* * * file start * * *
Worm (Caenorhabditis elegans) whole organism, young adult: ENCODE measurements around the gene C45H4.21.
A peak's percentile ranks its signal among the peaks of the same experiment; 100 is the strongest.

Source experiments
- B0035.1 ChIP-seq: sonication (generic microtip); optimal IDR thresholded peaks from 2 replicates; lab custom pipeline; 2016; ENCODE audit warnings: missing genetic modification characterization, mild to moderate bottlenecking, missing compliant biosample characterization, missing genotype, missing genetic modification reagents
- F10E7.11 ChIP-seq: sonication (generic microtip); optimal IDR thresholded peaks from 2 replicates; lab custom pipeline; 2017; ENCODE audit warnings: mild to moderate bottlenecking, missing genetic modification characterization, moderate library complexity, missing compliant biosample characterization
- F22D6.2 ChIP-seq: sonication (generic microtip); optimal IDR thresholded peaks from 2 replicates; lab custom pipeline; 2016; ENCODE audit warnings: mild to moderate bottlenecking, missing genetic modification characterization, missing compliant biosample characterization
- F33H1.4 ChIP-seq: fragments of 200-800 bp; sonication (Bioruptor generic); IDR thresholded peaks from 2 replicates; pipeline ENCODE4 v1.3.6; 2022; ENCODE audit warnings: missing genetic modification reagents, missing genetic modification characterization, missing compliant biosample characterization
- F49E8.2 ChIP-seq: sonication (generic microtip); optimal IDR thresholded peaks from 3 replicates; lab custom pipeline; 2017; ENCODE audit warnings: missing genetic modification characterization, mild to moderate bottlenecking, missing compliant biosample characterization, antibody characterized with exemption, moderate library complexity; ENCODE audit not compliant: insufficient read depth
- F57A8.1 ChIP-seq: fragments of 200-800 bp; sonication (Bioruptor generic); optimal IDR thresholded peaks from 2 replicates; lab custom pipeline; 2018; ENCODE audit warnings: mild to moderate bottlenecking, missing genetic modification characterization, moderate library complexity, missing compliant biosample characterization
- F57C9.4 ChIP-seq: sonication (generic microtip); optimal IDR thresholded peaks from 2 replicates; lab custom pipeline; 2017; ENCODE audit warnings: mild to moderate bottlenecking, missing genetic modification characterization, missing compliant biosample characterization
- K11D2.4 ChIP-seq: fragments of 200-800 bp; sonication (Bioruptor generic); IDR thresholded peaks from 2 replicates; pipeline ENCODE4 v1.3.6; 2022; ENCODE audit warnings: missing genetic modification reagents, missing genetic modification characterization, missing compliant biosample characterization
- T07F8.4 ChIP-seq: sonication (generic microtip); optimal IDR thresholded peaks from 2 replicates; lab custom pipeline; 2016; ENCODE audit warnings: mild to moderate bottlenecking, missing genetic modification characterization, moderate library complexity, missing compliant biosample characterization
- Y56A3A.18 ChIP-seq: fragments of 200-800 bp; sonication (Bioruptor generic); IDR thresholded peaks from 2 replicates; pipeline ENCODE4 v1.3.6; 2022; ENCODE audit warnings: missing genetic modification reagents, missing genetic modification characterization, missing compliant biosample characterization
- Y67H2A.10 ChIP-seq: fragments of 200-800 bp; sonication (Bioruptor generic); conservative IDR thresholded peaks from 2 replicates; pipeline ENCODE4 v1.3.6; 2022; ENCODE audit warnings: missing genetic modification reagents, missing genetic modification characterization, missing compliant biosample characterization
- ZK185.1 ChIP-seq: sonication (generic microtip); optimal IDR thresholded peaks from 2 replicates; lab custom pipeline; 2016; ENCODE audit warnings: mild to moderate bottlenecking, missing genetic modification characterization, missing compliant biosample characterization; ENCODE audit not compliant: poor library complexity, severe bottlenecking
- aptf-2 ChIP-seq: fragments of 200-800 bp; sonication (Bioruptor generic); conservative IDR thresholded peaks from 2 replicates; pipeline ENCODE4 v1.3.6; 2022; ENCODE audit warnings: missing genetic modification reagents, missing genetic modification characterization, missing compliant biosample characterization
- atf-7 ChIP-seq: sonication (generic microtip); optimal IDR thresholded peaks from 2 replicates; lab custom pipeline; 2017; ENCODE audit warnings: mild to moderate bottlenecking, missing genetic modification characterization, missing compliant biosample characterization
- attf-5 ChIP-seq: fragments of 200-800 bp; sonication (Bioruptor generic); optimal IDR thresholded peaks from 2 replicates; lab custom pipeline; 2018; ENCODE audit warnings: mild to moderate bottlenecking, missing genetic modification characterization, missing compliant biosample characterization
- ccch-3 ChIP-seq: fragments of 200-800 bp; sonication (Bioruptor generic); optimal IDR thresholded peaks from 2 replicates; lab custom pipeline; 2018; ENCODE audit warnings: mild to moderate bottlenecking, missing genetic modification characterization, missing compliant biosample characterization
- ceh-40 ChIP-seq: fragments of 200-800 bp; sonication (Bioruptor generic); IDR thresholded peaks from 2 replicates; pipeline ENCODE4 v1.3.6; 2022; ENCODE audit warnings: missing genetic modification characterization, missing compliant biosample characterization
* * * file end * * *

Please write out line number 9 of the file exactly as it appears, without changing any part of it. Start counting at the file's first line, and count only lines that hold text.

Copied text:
- F57A8.1 ChIP-seq: fragments of 200-800 bp; sonication (Bioruptor generic); optimal IDR thresholded peaks from 2 replicates; lab custom pipeline; 2018; ENCODE audit warnings: mild to moderate bottlenecking, missing genetic modification characterization, moderate library complexity, missing compliant biosample characterization